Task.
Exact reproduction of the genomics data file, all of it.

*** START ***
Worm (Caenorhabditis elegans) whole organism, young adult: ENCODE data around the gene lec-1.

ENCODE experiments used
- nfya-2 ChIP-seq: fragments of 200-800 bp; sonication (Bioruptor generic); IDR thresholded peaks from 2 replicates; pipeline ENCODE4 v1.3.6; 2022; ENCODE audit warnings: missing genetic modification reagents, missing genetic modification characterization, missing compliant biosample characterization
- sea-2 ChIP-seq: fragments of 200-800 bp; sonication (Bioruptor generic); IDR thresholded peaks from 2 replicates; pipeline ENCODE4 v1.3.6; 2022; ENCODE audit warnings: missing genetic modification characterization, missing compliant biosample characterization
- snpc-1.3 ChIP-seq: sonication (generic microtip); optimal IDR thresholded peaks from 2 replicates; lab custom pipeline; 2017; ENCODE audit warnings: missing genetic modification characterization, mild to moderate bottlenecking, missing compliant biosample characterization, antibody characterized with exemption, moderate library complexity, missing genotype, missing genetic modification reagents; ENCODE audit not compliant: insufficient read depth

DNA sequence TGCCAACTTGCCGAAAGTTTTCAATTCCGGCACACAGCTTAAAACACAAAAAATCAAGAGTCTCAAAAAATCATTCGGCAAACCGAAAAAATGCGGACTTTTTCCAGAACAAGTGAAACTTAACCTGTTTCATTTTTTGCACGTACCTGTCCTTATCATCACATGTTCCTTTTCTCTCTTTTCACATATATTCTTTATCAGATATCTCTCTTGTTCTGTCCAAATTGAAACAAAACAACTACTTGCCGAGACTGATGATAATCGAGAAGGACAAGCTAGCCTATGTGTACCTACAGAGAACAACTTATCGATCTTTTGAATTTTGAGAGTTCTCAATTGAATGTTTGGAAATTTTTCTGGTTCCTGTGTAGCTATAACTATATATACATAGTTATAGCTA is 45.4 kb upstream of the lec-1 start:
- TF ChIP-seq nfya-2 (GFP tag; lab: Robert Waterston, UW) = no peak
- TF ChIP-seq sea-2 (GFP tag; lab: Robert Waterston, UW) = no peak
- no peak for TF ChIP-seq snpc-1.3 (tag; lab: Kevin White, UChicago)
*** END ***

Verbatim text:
Worm (Caenorhabditis elegans) whole organism, young adult: ENCODE data around the gene lec-1.

ENCODE experiments used
- nfya-2 ChIP-seq: fragments of 200-800 bp; sonication (Bioruptor generic); IDR thresholded peaks from 2 replicates; pipeline ENCODE4 v1.3.6; 2022; ENCODE audit warnings: missing genetic modification reagents, missing genetic modification characterization, missing compliant biosample characterization
- sea-2 ChIP-seq: fragments of 200-800 bp; sonication (Bioruptor generic); IDR thresholded peaks from 2 replicates; pipeline ENCODE4 v1.3.6; 2022; ENCODE audit warnings: missing genetic modification characterization, missing compliant biosample characterization
- snpc-1.3 ChIP-seq: sonication (generic microtip); optimal IDR thresholded peaks from 2 replicates; lab custom pipeline; 2017; ENCODE audit warnings: missing genetic modification characterization, mild to moderate bottlenecking, missing compliant biosample characterization, antibody characterized with exemption, moderate library complexity, missing genotype, missing genetic modification reagents; ENCODE audit not compliant: insufficient read depth

DNA sequence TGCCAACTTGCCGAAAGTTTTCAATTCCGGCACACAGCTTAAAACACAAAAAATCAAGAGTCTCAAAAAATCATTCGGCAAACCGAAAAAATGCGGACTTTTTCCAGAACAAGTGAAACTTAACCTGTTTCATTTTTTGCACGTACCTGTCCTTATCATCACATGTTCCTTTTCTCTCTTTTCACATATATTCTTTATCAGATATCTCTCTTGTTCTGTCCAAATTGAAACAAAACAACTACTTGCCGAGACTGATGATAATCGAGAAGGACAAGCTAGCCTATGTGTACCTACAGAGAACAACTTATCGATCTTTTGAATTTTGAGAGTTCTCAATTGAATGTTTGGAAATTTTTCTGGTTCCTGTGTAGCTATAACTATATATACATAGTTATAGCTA is 45.4 kb upstream of the lec-1 start:
- TF ChIP-seq nfya-2 (GFP tag; lab: Robert Waterston, UW) = no peak
- TF ChIP-seq sea-2 (GFP tag; lab: Robert Waterston, UW) = no peak
- no peak for TF ChIP-seq snpc-1.3 (tag; lab: Kevin White, UChicago)